EOG Resources Inc (NYSE:EOG)’s latest slide deck has an interesting scrap of information. Its significance was highlighted by a late question buried at the end of its quarterly conference call. Mark Papa revealed that EOG is seeing signs of weakness in Eagle Ford condensate pricing. If condensate prices weaken significantly, the impact on Eagle Ford producers could be significant, providing double trouble in this period of weak natural gas pricing.
Some good information can be found on the internet, if you’re willing to dig for it. Message boards and investment sites allow retail investors to share information, digging up scuttlebutt on the companies they follow. A grain of salt is sometimes required, but a remarkably wide array of information is available to those that look for it.
A recent exchange on the Motley Fool’s message boards called attention to EOG Resources Inc (NYSE:EOG)’s most recent slide deck and its quarterly conference call. One particularly well-informed poster questioned if condensate pricing might be ready for a drop based on comments made by EOG Chairman and CEO, Mark Papa, on EOG’s earnings call.
EOG Resources Inc (NYSE:EOG) led the current move by Independent E&Ps into the oil shale, and Papa is a big oil bull and natural gas bear. In fact, EOG is bearish very long term on natural gas. However, some feel that gas is due for a correction as supplies diminish as a result of the industry reducing rig counts on the major gas producing shales.
Papa thinks that’s wrong. Dead wrong.
As natural gas prices fell, independents shifted drilling to ‘wet’ gas acreage that produced natural gas liquids (NGLs) to supplement falling gas revenue. NGL pricing subsequently collapsed under the weight of the resulting NGL oversupply, particularly in the ethane market. Papa’s quick to point out that the NGL crunch has simply led to more and more combined production.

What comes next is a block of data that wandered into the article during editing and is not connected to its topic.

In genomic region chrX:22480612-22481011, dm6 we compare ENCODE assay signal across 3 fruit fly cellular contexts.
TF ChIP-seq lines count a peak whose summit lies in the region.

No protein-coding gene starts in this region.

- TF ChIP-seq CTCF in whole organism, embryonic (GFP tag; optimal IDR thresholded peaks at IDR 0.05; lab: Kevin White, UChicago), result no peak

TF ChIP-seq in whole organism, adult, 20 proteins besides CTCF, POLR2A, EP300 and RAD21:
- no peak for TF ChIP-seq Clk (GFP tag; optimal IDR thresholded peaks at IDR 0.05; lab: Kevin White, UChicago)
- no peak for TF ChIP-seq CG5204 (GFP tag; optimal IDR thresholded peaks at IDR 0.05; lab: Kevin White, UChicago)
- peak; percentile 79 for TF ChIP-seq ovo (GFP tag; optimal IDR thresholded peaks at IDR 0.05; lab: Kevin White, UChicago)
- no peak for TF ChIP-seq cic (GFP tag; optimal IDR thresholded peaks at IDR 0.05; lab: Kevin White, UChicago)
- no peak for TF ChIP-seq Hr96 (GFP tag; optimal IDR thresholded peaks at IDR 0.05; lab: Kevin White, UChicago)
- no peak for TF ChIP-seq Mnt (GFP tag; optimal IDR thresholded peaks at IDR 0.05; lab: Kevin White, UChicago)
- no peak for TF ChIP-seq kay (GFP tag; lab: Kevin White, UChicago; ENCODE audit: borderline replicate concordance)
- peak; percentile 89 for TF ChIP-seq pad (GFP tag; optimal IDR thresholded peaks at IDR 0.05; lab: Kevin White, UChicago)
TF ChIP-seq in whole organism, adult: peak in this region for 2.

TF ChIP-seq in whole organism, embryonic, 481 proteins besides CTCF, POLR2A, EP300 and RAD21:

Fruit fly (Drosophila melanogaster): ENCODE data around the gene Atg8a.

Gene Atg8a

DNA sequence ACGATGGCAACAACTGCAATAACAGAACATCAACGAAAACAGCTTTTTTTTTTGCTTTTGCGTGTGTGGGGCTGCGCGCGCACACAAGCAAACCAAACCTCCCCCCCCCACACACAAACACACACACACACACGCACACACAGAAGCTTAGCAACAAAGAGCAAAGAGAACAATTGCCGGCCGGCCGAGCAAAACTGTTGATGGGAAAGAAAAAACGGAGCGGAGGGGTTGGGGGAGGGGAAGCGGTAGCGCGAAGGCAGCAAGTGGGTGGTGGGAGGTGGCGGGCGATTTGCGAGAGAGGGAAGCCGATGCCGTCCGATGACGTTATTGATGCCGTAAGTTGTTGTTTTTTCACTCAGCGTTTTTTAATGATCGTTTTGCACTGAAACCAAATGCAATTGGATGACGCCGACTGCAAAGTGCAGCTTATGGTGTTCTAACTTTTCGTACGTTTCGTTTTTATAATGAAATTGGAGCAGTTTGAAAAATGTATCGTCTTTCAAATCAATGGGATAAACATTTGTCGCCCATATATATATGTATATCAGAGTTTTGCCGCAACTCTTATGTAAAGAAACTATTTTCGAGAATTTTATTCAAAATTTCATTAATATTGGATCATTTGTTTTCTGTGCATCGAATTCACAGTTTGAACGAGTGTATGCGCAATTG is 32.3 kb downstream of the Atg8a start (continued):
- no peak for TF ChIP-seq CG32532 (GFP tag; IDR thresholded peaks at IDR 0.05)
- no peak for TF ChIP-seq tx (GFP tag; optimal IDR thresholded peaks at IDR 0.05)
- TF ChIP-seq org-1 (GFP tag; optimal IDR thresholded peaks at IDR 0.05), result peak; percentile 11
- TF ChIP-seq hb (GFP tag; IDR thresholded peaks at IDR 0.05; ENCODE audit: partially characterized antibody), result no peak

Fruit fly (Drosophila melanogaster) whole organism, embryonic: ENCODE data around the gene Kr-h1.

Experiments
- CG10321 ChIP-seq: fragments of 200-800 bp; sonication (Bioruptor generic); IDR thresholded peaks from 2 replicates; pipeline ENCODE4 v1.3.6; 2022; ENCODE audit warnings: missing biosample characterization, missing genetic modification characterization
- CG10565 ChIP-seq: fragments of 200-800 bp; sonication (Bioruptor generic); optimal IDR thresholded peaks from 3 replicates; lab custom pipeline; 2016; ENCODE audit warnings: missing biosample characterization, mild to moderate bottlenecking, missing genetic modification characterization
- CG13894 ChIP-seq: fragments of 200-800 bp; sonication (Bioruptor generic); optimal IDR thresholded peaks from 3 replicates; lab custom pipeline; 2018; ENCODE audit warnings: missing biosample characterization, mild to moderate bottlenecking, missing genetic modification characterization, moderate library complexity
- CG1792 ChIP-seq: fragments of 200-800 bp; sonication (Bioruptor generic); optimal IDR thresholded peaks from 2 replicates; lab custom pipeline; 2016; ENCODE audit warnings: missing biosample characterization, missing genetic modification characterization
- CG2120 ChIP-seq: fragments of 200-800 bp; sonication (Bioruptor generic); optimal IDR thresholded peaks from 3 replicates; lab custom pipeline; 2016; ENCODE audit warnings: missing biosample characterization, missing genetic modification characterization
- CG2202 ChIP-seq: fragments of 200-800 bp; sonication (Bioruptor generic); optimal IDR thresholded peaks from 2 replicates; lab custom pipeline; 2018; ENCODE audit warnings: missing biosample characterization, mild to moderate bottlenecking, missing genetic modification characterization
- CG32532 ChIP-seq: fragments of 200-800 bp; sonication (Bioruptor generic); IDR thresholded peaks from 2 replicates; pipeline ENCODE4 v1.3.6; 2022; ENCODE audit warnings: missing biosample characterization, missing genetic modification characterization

A ‘combo’ play refers to acreage that produces both oil and gas, typically in the realm of a 50:50 mix. The oil off the wells boost returns enough, raising return on investment and making the wells economic.
The Barnett combo play’s been particularly important for large cap independents with predominantly gas-oriented acreage portfolios, most notably Devon Energy Corp (NYSE:DVN). Everyone has some stake in the Barnett, but Devon’s still valuable Barnett acreage is huge, and the combo acreage provides some all-important oil to offset weakening gas revenue.
That allows companies like Devon Energy Corp (NYSE:DVN) to keep drilling their Barnett acreage, preventing the draw down in supply some predict and keeping a roof on gas prices for the foreseeable future.
More interesting was a question by a Morgan Stanley analyst about condensate. When asked for some color on condensate pricing, Papa replied that there was “definitely a difficulty in marketing the condensate in the Eagle Ford area.” That’s a scary data point.
Condensate is usually booked as oil when companies report production. It also usually prices close to oil. These are larger hydrocarbons, with a composition similar to gasoline. It still needs refining, of course, and the difficulty is that Texas refinery capacity for the stuff is low.
That’s apparently leading to a build-up of condensate in Texas, if Papa’s comment is any indication. That could be significant for some of the Eagle Ford producers. The trend is a major oil production source that EOG’s predicting could surpass the Bakken in a couple of years.
That makes it a very hot trend that everyone’s chasing, but the Eagle Ford is not homogeneous. There’s a lot of variation in oil content in different regions. The northern regions are rich in oil, while the southern edges of the formation are gas rich. Intervening regions are condensate rich.
If you’re in the wrong neighborhood, you’re not getting light oil, the most valuable product. You’re producing condensate, or worse yet, gas. If condensate prices soften that could squeeze some operators’ margins.